Pesticides linked to low sperm count

Biplane Crop Duster spraying a farm field.I have several friends that have struggled to conceive.  It seems as if the problem is growing. There are even billboards now for fertility specialists.  Could something in our environment be to blame?

Scientists have found a “strong association” between exposure to pesticides and lower sperm counts in males.

Eco Watch explains:

The researchers counted semen quality according to concentration of sperm over an area, their motility and ability to move, as well as their shapes. Researchers targeted studies on DDT, HCH and abamectin, grouping pyrethroids and organophosphates by class. What they found was striking: almost all the studies reported a decrease in sperm concentration; decreased motility was also reported though less frequently; while morphological changes were not strongly associated in studies—only two indicated any changes to sperm shape. These findings build on a growing body of evidence that pesticide exposure at environmental or occupational levels diminished sperm health.

In addition to the U.S. findings, studies conducted on French, New Zealander, Indian, Tunisian, and Israeli men have all found decline in sperm count. Some studies record a drop by approximately 50 percent between 1940 and 1990, no small amount.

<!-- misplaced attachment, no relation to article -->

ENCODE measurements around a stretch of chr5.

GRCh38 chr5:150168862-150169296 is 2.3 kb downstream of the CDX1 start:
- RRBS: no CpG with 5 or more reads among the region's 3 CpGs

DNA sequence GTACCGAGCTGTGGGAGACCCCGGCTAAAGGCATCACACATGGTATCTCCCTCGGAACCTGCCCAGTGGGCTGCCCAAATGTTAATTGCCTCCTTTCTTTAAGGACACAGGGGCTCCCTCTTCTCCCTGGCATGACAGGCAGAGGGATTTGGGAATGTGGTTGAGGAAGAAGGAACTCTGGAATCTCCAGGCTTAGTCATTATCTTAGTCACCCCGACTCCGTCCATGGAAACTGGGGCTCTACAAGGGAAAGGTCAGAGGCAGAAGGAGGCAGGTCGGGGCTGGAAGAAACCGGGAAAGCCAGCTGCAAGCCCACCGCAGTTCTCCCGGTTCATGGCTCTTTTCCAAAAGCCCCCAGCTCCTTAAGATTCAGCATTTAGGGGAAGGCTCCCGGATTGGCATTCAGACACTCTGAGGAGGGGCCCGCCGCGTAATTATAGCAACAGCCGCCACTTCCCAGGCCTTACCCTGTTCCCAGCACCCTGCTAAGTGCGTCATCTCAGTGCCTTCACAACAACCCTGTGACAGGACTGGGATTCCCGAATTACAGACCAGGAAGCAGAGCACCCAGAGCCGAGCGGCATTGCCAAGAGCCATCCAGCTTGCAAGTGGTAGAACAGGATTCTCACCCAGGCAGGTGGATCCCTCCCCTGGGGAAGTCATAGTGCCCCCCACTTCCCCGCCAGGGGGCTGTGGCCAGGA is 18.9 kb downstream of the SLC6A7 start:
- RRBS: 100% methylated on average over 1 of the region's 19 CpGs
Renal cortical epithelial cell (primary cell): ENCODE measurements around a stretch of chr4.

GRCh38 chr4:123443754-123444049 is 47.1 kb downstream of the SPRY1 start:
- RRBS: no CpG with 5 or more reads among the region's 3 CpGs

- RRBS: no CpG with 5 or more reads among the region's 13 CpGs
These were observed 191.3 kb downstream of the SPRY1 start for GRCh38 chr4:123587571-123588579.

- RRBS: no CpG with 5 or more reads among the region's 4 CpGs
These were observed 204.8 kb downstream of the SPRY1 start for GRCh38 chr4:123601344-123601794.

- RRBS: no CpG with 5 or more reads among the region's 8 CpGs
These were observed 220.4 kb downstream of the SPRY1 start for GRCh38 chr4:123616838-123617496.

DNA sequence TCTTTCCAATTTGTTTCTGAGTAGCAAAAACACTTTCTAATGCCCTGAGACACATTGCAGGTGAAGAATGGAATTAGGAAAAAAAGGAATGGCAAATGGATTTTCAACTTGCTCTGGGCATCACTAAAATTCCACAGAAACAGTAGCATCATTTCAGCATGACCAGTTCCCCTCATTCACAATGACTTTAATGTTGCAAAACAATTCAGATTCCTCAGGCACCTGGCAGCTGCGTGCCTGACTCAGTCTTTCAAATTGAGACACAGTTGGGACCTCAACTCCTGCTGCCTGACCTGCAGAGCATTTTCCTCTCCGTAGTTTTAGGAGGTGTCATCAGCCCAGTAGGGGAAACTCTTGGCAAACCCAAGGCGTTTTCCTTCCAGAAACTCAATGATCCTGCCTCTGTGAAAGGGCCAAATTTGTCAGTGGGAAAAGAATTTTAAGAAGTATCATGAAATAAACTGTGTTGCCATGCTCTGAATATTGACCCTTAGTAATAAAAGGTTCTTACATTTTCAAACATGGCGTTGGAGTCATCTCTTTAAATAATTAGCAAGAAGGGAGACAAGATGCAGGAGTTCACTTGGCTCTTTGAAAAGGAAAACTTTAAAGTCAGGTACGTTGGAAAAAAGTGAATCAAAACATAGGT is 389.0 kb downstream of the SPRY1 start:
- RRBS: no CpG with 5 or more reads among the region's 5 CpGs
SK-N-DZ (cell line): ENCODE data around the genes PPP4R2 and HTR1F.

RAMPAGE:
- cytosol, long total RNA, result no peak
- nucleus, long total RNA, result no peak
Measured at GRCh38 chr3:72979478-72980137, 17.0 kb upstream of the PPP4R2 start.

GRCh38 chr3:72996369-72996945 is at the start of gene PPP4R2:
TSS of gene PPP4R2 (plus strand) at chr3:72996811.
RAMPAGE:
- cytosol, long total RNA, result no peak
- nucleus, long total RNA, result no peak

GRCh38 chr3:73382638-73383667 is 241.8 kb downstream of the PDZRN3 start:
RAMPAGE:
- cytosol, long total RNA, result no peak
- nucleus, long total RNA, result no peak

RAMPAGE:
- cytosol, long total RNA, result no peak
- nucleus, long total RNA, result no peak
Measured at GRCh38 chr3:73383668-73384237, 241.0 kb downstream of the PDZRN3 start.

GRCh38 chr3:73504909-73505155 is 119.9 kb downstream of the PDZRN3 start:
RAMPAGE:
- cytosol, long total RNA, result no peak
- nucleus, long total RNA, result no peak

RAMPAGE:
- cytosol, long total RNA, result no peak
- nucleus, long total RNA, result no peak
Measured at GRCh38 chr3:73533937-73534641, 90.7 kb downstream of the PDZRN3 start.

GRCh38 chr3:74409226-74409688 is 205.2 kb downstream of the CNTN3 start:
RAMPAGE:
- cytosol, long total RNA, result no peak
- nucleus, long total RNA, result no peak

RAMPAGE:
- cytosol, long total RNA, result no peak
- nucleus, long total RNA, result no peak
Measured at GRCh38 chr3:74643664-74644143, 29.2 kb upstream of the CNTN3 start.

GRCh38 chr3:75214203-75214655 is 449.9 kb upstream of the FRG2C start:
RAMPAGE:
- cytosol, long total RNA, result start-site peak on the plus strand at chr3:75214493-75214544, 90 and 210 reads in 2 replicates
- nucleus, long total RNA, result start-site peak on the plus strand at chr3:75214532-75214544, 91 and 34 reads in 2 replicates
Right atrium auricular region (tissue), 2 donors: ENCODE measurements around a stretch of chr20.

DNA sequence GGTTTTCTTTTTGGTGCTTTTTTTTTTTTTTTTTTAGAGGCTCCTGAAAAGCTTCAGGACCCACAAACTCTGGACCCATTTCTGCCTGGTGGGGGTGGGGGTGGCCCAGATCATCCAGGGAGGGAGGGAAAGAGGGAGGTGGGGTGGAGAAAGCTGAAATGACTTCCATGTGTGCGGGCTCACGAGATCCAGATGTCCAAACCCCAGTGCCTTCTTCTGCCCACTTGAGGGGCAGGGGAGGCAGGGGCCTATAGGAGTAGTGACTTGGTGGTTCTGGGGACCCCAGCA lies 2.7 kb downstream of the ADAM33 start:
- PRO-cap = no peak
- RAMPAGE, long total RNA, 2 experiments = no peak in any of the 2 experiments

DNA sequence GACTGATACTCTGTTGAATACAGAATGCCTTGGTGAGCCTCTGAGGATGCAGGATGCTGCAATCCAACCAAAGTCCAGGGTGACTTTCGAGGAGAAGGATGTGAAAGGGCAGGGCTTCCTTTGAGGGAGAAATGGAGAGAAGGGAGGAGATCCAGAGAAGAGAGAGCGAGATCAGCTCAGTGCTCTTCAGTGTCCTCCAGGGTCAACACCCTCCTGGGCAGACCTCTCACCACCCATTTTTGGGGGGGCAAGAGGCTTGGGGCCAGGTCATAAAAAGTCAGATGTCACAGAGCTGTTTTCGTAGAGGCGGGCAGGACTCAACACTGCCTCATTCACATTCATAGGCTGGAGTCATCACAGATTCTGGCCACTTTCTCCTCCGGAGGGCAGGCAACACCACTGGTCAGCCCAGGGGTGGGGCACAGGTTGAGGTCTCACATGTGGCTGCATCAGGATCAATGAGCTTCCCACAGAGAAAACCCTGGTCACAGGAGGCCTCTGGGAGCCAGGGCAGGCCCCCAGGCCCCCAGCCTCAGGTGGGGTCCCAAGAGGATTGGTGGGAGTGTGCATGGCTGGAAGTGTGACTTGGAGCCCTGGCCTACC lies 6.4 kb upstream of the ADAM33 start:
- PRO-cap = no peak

Of course, DDT has been banned in the United States since 1972, but it is a persistent organic pollutant, thus it is still present in our environment and food chain. The Environmental Protection Agency explains:

Since then, studies have continued, and a causal relationship between DDT exposure and reproductive effects is suspected. Today, DDT is classified as a probable human carcinogen by U.S. and international authorities. This classification is based on animal studies in which some animals developed liver tumors.

DDT is known to be very persistent in the environment, will accumulate in fatty tissues, and can travel long distances in the upper atmosphere. Since the use of DDT was discontinued in the United States, its concentration in the environment and animals has decreased, but because of its persistence, residues of concern from historical use still remain.

Pyrethroids are synthetic pesticides based on the natural pyrethrins that are derived from chrysanthemums.  Organophosphates are  the most common insecticides used today and are known endocrine disruptors.

If you are trying to conceive, this news may not help you unless you work in or live in an area of high pesticide use.  Eating organic food will reduce your pesticide exposure.

I could not find any information on sperm recovery after pesticide exposure reduction.  The best we can do is work towards tighter regulations to reduce the use of these toxic substances.  As we have learned from DDT, they will persist in our environment and affect future generations.

Image:  Biplane Crop Duster Spraying A Farm Field on Bigstock